In the matter of growth the various species differ widely. The longleaf pine apparently makes the same progress each year and grows no faster during the spring months, when all nature takes on a new and strenuous vitality, than during the dry summer and fall months. This is shown by the light or spring grown wood and the dark or summer wood. There is a slight difference in this respect during the early life of the tree; but the variation is very slight when compared with the difference shown by shortleaf pine. The annular rings are sharply defined; they are, as stated, widest near the pith, and grow uniformly narrower near the outer edge of the tree. In the inner part the rings frequently measure one-twelfth of an inch, while near the bark on old logs they are generally about one-twenty-fifth of an inch, and oft times only one-fiftieth. In old trees the sap is made up of from 70 to 100 rings, showing that the wood of any one ring remains in the older trees from 70 to 100 years in the sap-wood condition before it changes to heart. In young trees the period of transition is much shorter and varies from 25 to 40 years. Each annular ring consists of two clearly marked parts, the inner, a softer and whiter part, which is the spring growth, and the outer, a much harder and darker portion, which is the summer or fall growth. The amount of summer wood varies in different parts of the tree. At the base it usually forms about 45 per cent, but near the top of the tree only about 24 per cent of the wood is of summer growth.

The proportion of summer wood contained in a piece of timber has much to do with its weight and strength. The light colored wood of each annual ring has a specific gravity of about .40, while the dark wood or summer growth has a specific gravity of from .90 to 1.05, so that the weight and strength of a stick are greater or less in proportion to the amount of summer wood it contains, which varies according to distance from the butt of the tree.

The forests of the United States have been handled much in the same manner as the minerals, as though nature had stored up a certain amount of crude material for the children of men which would not be renewed after once exhausted. Interest in the preservation of our forests has grown during late years. It is now generally realized that the time to provide for a future forest is when the first tree of a virgin forest crashes to the earth, for it is possible so to cut the original forest that it can reproduce itself in a natural manner, and that is the intention of the Kirby Lumber Company, which controls today the largest body of longleaf yellow pine owned by one interest in the United States.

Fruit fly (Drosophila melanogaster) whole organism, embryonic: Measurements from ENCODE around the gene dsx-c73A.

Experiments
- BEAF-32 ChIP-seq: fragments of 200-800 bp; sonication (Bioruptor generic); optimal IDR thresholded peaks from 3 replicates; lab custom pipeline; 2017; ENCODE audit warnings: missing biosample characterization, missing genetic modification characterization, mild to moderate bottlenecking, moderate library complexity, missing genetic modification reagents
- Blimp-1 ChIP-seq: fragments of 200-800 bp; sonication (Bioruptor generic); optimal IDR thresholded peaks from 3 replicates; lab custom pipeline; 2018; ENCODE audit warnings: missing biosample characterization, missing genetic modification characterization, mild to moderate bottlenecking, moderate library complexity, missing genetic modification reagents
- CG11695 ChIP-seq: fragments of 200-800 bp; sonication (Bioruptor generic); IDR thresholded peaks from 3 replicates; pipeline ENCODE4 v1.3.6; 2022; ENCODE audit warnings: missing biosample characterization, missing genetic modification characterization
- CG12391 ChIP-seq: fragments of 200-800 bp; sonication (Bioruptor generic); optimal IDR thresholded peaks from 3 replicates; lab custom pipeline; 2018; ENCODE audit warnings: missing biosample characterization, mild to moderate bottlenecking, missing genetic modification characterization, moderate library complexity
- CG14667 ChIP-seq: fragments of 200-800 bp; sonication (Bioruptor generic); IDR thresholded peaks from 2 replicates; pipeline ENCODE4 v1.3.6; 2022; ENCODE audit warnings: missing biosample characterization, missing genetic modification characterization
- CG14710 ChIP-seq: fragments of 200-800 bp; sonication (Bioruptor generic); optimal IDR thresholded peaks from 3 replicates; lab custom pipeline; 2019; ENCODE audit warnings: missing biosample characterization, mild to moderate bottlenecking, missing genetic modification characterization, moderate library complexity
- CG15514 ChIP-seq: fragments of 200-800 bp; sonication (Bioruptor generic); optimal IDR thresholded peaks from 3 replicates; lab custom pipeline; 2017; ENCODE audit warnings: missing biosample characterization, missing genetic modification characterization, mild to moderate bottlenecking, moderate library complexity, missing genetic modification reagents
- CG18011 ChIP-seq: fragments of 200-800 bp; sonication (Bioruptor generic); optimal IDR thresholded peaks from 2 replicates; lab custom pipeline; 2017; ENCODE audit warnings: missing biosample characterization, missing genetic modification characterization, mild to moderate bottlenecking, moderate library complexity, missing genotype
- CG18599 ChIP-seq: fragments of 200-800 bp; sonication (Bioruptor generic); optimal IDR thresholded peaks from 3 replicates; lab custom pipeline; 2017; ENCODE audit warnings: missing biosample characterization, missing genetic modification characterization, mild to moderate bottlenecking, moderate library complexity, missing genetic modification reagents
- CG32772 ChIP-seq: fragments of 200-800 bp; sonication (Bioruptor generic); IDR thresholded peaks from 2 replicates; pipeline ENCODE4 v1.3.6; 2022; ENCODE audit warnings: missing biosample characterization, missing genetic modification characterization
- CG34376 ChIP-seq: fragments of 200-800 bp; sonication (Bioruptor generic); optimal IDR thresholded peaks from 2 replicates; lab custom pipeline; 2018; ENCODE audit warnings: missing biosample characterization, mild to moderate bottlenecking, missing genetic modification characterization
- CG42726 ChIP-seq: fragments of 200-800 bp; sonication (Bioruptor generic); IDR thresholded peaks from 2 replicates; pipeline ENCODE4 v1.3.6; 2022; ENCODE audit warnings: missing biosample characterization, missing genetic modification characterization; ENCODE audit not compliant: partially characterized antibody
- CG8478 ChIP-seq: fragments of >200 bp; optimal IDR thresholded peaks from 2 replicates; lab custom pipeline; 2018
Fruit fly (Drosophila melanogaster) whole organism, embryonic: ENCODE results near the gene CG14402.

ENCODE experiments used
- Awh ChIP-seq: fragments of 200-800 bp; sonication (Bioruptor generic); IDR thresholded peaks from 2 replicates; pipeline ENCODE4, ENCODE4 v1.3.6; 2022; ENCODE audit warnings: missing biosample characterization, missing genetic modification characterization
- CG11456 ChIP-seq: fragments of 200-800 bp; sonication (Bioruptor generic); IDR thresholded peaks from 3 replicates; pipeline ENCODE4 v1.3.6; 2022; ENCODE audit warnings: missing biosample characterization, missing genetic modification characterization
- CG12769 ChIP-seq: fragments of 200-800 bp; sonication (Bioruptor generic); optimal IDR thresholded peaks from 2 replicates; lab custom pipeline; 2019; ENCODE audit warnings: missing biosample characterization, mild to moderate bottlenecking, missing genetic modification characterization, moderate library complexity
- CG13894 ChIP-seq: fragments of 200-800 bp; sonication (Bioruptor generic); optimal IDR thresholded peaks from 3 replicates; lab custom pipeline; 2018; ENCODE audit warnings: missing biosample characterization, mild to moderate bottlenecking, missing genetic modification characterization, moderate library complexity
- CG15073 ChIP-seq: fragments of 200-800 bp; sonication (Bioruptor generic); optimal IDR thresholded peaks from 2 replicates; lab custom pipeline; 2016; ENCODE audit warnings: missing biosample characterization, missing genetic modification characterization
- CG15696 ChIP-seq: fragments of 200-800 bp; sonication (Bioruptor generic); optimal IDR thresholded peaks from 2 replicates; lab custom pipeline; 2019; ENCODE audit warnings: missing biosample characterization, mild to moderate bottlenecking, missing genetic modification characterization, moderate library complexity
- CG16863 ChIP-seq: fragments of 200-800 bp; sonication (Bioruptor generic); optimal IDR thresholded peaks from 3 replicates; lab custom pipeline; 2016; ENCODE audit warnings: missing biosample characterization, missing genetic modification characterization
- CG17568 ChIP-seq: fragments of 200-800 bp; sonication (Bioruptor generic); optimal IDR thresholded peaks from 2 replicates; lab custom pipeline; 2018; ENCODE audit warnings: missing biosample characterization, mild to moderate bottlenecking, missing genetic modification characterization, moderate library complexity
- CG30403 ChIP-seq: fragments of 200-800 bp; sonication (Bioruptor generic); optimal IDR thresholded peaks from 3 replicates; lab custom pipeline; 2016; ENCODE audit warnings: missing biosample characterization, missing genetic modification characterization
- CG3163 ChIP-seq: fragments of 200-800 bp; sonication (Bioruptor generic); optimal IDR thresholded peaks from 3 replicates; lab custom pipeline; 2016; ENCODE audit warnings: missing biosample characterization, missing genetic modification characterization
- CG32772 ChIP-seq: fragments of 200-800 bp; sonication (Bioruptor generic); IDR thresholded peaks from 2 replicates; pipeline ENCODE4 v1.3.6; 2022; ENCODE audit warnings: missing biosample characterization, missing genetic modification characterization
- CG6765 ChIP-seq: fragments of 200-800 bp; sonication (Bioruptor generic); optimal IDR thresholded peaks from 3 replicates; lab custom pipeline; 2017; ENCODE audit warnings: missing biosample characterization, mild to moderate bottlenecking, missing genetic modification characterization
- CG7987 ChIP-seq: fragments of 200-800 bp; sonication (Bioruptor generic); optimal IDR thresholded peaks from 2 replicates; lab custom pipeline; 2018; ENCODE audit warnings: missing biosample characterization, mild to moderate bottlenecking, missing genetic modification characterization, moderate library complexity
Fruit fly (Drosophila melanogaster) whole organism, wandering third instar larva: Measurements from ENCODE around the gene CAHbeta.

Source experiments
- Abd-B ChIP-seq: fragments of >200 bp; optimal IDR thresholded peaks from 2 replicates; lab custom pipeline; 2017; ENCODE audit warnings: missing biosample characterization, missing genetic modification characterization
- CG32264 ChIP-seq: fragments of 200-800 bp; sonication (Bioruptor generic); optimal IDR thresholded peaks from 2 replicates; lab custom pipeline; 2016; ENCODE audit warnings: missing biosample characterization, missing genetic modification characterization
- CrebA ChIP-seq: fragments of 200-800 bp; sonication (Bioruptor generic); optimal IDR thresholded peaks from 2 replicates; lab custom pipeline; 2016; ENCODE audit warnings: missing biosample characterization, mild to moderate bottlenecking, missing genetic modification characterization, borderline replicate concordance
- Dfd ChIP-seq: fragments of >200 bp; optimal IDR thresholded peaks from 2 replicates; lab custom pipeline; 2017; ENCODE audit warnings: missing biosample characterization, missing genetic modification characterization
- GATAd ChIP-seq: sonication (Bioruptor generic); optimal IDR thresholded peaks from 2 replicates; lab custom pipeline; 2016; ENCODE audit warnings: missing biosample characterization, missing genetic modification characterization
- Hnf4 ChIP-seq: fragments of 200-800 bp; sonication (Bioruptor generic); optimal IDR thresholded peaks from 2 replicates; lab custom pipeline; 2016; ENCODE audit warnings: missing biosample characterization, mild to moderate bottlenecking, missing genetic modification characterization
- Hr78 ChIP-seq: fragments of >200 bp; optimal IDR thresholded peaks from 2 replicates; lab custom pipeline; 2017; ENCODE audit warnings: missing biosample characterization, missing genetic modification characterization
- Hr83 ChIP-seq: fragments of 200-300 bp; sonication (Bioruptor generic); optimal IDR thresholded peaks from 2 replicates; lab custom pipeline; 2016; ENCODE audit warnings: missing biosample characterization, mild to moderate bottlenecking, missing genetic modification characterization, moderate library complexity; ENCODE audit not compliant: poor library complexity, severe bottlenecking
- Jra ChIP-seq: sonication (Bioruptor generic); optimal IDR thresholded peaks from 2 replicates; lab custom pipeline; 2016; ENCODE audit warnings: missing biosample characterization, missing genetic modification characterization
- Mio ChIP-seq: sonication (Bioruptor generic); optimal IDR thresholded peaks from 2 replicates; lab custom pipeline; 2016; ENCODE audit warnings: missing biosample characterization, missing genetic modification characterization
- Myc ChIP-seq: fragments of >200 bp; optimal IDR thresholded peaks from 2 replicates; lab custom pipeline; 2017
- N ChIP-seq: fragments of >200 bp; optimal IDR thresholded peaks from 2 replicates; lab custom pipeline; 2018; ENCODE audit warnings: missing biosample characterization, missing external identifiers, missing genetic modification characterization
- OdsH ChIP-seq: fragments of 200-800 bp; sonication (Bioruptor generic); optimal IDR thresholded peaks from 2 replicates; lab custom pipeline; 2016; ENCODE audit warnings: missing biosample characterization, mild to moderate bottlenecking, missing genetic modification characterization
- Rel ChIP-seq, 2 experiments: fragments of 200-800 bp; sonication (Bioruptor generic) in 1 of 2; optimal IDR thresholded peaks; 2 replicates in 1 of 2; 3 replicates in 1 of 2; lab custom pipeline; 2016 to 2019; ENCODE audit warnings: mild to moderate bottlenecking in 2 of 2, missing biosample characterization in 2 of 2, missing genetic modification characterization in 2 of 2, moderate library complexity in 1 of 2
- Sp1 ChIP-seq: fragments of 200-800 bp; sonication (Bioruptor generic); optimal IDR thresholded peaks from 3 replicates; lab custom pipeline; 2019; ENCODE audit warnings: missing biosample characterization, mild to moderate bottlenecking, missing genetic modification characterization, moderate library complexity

The lumber world of today is looking toward the pineries of the south for the staple of lumber industry, and it is accordingly as forests are treated, carefully or recklessly, that they will continue for a longer or a shorter time a source of wealth to the south, and a source of pride to those who have had a hand in preserving and conserving this great natural body of wealth producing timber for future generations.

  CHAPTER XIV. Departments of Manufacture  

The career of this very pleasant gentleman began at old historic Cape Girardeau, Mo., March 5, 1853, and not only does he delight in being the “old man” in age, but his connection in time and continual service with John H. Kirby covers a greater number of years than that of any other officer of the present organization.

Since 1875 Mr. McNeeley has been actively engaged either in railway work or in the lumber business and he has been associated with .Mr. Kirby since that gentleman began the active development of his east Texas interests.

In the organization of the Texas Pine Land Association he filled the position of assistant superintendent, and as a direct result of this association the building of the Gulf, Beaumont & Kansas City railway from Beaumont was begun. He assumed the position of general superintendent and had charge of the construction of this road, and for his energy and close application to the duties assigned him too much credit cannot be given.